After Ellie emailed me to tell me she'd bought and watched one of my more recent favourite films, Pride, I got so excited about her discovering it for the first time that I needed to rewatch it again. And again (twice in two nights.) I could quite easily reach the end and go straight back to the beginning yet again, if I didn't stop myself. It's quite rare for me to find a film so good I don't want it to end; no matter how good a movie might be, normally once it's passed the 90 minute mark I tend to find my attention wandering a little until the climax. Pride is one of those British comedies about unlikely people achieving big things against all the odds, like Billy Elliot and The Full Monty. It's set during the miners' strike of 1984-1985, and based on true events, when a group of gay men and women from London pledge their support for a Welsh mining community. Strong friendships are built between these two very different groups of people. The script is spot-on, uplifting, with a ready wit, and acted by a stellar cast of big names, such as Imelda Staunton, Bill Nighy and Paddy Considine and relative newcomers like Ben Schnetzer, George MacKay and Faye Marsay. It is an absolute joy to spend a couple of hours in the company of these warm-hearted characters.* We see them grow and change as we become acquainted with them, from activist Mark Ashton, to still-closeted young Joe ("Bromley") to Bill Nighy's character Cliff, on first appearances a rather uncomfortable, stern gentleman but who, we come to discover, has a poetic soul, a deep abiding passion for the coal that is at the heart of his homeland, and secrets he's held for decades. Imelda Staunton as matriarch Hefina is magnificent (she must surely banish any thoughts of Professor Umbridge in this role.) Andrew Scott, who you might know as the gleefully evil Moriarty from the BBC's Sherlock, shows a contrasting subtlety in his portrayal of gentle bookseller Gethin, while Dominic West plays Gethin's partner Jonathan, a flamboyant but not cliched actor with secret battles of his own. The film ends with captions of "What happened next," a bittersweet mixture of sadness and triumph, and one simple sentence about Jonathan is particularly sweet.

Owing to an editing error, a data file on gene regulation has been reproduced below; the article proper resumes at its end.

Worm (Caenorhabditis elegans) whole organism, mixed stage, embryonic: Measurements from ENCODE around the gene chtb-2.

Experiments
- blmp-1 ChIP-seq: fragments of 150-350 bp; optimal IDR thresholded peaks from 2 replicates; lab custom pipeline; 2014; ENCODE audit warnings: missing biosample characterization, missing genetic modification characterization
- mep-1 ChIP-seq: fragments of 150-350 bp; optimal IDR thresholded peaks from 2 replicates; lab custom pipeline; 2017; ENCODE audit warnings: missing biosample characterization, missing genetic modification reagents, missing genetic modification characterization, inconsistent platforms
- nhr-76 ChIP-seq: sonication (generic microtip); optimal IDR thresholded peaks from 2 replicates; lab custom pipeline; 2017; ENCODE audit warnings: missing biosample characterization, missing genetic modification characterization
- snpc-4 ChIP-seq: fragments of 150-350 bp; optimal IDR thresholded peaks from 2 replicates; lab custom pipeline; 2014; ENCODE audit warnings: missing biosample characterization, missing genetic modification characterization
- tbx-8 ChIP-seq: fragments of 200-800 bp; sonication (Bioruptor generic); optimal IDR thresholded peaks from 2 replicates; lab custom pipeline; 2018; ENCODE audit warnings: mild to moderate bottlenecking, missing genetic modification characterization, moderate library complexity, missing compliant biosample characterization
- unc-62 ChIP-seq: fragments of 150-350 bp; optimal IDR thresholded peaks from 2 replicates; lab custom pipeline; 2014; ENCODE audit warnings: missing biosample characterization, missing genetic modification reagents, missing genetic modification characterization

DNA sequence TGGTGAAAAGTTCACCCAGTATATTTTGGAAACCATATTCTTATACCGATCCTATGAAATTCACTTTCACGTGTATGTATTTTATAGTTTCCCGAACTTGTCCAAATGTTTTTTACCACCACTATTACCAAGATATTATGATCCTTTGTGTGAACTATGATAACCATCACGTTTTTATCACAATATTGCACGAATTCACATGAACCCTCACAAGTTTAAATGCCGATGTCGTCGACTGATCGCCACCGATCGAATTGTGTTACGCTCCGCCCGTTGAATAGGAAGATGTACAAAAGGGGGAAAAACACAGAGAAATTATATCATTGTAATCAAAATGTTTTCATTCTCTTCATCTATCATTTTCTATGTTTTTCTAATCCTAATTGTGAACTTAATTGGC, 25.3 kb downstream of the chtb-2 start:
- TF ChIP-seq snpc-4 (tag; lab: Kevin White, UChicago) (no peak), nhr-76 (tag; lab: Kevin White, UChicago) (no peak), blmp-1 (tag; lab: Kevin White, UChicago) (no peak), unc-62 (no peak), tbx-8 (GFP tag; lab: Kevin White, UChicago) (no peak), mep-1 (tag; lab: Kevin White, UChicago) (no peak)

Pride was an instant addition to my top films of all time; it is perhaps as close as you can get to the perfect film. It tackles difficult subjects with an illusion of ease, is by turns moving, inspiring, and hilarious. You'll laugh, you'll cry tears of sadness but more of joy and mirth. The ultimate feel-good film. Oh dear, I might have to go and watch it again.
*because, although many are based on real people, some of whom were interviewed in the extras and extraordinarily well cast, by nature of being written into a drama, they are characters nonetheless.)